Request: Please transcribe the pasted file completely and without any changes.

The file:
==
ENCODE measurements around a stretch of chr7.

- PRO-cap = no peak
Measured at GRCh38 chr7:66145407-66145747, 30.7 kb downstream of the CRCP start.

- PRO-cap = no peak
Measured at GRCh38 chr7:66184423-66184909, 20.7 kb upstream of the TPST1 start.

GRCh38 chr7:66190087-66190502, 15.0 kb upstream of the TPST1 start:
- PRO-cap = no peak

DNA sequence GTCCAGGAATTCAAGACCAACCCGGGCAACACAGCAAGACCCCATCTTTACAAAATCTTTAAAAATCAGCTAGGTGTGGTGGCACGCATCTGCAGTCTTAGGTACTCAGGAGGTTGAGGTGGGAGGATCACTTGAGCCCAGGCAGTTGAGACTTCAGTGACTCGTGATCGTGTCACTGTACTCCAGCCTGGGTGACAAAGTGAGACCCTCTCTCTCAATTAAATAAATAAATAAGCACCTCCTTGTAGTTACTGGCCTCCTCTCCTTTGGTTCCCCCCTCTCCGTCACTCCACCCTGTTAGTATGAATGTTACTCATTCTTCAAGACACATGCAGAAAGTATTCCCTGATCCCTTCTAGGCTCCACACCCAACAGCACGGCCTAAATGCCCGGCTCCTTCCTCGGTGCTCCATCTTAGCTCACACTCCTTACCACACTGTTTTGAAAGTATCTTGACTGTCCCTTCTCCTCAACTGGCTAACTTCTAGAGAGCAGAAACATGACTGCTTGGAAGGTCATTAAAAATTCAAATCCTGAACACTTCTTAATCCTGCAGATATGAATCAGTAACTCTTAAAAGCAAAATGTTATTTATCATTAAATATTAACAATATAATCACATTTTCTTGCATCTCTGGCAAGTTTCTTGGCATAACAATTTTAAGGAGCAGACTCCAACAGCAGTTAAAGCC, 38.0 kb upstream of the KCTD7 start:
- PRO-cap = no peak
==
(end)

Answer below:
ENCODE measurements around a stretch of chr7.

- PRO-cap = no peak
Measured at GRCh38 chr7:66145407-66145747, 30.7 kb downstream of the CRCP start.

- PRO-cap = no peak
Measured at GRCh38 chr7:66184423-66184909, 20.7 kb upstream of the TPST1 start.

GRCh38 chr7:66190087-66190502, 15.0 kb upstream of the TPST1 start:
- PRO-cap = no peak

DNA sequence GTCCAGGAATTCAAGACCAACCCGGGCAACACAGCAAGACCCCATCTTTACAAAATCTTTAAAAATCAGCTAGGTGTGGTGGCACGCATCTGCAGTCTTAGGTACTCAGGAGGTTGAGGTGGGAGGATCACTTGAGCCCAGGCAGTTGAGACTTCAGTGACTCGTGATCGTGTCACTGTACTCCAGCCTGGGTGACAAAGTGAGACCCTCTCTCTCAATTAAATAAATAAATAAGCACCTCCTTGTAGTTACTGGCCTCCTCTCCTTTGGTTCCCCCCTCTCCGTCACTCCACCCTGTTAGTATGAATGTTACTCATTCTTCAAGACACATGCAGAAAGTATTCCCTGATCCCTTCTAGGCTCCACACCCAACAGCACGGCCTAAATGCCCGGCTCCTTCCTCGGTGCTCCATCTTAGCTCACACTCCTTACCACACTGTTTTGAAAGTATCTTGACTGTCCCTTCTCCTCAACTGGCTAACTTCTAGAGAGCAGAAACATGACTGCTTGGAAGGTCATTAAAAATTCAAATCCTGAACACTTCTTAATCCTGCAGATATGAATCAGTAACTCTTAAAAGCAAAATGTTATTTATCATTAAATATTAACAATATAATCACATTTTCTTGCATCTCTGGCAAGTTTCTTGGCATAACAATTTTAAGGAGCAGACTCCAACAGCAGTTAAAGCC, 38.0 kb upstream of the KCTD7 start:
- PRO-cap = no peak